Data in Type II LLC | Acknowledgements In Type II Logical Link Control
Examining A Protocol Analysis Trace Of Transmissions And Acknowledgments In Type II Logical Link Control
After the Type 2 connection has been set up, the communicators can now send data to each other.
The communication’s mode used in Type 2 LLC is called “SABME” (pronounced ” sa-bim-ee’ “) which stands for “Set Asynchronous Balanced Mode, Extended” and was discussed in detail in earlier sections: Setup Type 2 and Type 2 Commands.
While SABME allows up to 128 frames to be sent without explicit acknowledgment the communicators are normally fast enough to acknowledge before two or three frames have become outstanding. If you ever see more than 5 unacknowledged frames outstanding then go find out who is doing it and why. It might be indicative of a very slow WAN link or an overloaded host or server.
When a station sends data it indicates the number of the frame that it is now sending (NS=) as in the following protocol analyzer trace file example:
|12||station_B||station_A||LLC C D=F0 S=F0||I NR=0 NS=0|
|13||station_A||station_B||LLC R D=F0 S=F0||RR NR=1|
|14||station_A||station_B||LLC C D=F0 S=F0||I NR=1 NS=0|
|15||station_B||station_A||LLC R D=F0 S=F0||RR NR=1|
|16||station_B||station_A||LLC C D=F0 S=F0||I NR=1 NS=1|
|17||station_A||station_B||LLC R D=F0 S=F0||RR NR=2|
|18||station_A||station_B||LLC C D=F0 S=F0||I NR=2 NS=1|
|19||station_B||station_A||LLC R D=F0 S=F0||RR NR=2|
|20||station_A||station_B||LLC C D=F0 S=F0||I NR=2 NS=2|
|21||station_B||station_A||LLC R D=F0 S=F0||RR NR=3|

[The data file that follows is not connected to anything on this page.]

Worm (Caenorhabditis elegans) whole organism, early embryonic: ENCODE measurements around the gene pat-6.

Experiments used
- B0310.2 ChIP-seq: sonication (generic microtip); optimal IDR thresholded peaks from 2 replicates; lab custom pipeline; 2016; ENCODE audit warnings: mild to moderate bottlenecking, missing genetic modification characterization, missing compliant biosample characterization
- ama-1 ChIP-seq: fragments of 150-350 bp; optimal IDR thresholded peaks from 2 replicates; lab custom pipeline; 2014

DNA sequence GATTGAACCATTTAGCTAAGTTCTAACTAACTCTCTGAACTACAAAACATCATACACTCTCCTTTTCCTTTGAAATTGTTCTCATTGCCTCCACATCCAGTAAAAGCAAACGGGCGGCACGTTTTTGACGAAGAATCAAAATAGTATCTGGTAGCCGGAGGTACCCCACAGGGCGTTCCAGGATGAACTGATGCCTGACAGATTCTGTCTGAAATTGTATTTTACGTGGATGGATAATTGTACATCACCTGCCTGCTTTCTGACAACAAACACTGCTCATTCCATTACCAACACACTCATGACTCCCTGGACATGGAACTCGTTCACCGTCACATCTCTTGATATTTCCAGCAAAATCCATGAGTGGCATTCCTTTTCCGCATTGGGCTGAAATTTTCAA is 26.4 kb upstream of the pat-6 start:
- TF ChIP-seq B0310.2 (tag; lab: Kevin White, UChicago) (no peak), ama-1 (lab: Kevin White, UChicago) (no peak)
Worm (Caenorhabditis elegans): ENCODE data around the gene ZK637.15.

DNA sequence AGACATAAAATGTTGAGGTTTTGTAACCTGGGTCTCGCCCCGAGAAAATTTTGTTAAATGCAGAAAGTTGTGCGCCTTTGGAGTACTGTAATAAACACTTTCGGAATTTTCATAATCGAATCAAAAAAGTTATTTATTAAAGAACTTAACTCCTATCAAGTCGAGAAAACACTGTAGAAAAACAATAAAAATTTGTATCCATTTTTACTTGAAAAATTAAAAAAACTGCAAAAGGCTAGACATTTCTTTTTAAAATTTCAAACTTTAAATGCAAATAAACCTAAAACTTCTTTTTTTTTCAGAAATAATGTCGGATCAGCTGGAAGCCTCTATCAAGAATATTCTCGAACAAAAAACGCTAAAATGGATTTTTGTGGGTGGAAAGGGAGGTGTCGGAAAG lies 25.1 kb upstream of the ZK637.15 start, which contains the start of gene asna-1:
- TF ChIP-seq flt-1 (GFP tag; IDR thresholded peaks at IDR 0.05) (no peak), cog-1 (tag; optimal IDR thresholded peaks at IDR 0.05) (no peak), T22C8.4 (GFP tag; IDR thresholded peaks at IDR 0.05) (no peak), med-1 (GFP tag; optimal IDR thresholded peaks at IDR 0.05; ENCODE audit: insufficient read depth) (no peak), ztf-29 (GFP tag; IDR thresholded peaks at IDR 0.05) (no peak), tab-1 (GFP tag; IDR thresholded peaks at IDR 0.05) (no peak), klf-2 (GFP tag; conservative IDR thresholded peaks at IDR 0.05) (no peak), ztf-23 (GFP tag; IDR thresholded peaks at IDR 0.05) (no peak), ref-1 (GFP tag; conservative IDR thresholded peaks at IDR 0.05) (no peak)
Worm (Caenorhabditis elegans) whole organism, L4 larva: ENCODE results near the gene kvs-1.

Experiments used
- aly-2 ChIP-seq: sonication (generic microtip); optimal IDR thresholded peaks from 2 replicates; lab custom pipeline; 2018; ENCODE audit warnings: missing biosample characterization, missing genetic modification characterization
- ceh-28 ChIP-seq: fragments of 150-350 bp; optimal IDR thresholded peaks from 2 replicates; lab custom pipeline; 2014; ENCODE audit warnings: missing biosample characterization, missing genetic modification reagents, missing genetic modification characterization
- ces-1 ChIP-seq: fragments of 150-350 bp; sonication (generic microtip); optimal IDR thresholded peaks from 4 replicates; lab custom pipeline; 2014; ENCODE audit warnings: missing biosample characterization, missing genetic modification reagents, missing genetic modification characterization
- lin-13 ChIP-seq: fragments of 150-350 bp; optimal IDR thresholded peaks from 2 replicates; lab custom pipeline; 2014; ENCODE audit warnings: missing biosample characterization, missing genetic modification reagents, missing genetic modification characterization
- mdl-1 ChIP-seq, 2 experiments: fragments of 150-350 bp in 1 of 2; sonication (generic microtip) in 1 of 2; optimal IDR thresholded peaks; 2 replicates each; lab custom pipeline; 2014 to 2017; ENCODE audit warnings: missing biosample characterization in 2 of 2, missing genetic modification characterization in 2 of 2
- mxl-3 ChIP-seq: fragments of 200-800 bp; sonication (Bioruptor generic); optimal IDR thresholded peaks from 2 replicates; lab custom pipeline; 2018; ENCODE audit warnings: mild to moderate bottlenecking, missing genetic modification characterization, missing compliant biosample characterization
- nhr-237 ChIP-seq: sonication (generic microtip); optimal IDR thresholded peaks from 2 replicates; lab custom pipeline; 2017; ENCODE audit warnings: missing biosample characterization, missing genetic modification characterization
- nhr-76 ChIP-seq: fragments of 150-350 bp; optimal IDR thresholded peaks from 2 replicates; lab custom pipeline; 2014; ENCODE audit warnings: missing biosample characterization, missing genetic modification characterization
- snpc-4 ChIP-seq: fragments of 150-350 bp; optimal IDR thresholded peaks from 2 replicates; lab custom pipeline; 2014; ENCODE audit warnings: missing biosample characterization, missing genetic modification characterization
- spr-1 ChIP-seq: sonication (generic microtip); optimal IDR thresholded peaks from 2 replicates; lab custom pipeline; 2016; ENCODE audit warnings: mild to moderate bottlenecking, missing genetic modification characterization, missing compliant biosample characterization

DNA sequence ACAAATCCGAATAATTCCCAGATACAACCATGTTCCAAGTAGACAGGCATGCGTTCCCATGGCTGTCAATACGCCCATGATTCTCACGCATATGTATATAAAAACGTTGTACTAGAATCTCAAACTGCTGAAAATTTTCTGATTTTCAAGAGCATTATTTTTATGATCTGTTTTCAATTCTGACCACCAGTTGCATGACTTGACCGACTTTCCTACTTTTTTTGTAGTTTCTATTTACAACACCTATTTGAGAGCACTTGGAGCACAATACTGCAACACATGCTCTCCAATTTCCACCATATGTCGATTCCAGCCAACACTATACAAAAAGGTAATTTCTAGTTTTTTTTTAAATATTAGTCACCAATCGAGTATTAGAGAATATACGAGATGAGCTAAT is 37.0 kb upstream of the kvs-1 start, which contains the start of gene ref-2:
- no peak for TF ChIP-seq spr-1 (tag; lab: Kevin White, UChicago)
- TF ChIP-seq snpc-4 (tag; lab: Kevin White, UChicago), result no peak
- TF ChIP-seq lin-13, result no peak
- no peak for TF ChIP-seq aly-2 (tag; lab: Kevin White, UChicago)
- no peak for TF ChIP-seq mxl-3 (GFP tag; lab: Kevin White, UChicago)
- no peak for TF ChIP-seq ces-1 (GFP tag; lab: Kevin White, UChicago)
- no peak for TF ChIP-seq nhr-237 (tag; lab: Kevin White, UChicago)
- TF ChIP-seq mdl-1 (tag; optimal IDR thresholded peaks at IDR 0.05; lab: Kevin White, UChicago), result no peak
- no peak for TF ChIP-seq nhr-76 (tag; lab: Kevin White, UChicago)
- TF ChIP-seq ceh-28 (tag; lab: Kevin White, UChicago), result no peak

|22||station_B||station_A||LLC C D=F0 S=F0||I NR=3 NS=2|
|23||station_A||station_B||LLC R D=F0 S=F0||RR NR=3|
Perhaps the most confusing thing about reading an LLC trace is the fact that a station_A’s sequence number and a station_B’s sequence number often remain close to one-another. You have to pay careful attention as to the source address of the stations. Remember: station_A has a sequence number which station_A expects station_B to acknowledge. station_B has a sequence number that station_B expects station_A to acknowledge. These are two separate numbers; station_A’s and station_B’s. Each sends and acknowledges in full-duplex. Acknowledgments might be piggy-backed on top of new data. (But not in frames #12 – #23 shown above; each acknowledgment is being transmitted alone). The ‘acknowledgment’ being referred to is the fact that a station sends NR= indicating that it has received all the frames up to the specified number and it is next expecting to receive the next frame in the conversation.
In the example above, the protocol column shows that each frame is “LLC”, Logical Link Control. The destination service access point (DSAP) is “F0”, and so is the source service access point (SSAP). The “F0” service access point is the one that is assigned to the NetBIOS protocol stack. The List Of Service Access Points will tell you some other assigned SAP values. These frames are either marked as “I” frames (Information frames), indicating that they are carrying user data; or they are “RR”, (Receiver Ready), indicating that the receiving station is ready to accept more data. By the way, when a station sends an I-Frame it is also ready to accept more data; the RR frame is used to carry an Ack with no data and the sender of the Ack is indicating that it is ready. “RR” is, to some extent, simply a default way of marking an Acknowledgment frame when the Ack has no data with it.
Topics In This Discussion
- Introduction to LLC Layer
- Defining “Connection-less” and “Connection-Oriented”
- Type 1 Logical Link Control
- Setting Up a Type II LLC Connection
- Transmitting and Acknowledging
- Data in Type II LLC
- Protocol Analysis Techniques for Type II LLC
- The Bits in the LLC Header
- Type 2 LLC Commands and Responses
- Type II LLC Commands and Responses
- Viewing LLC with your Protocol Analyzer
- The Rationale for Using a Reliable Data Link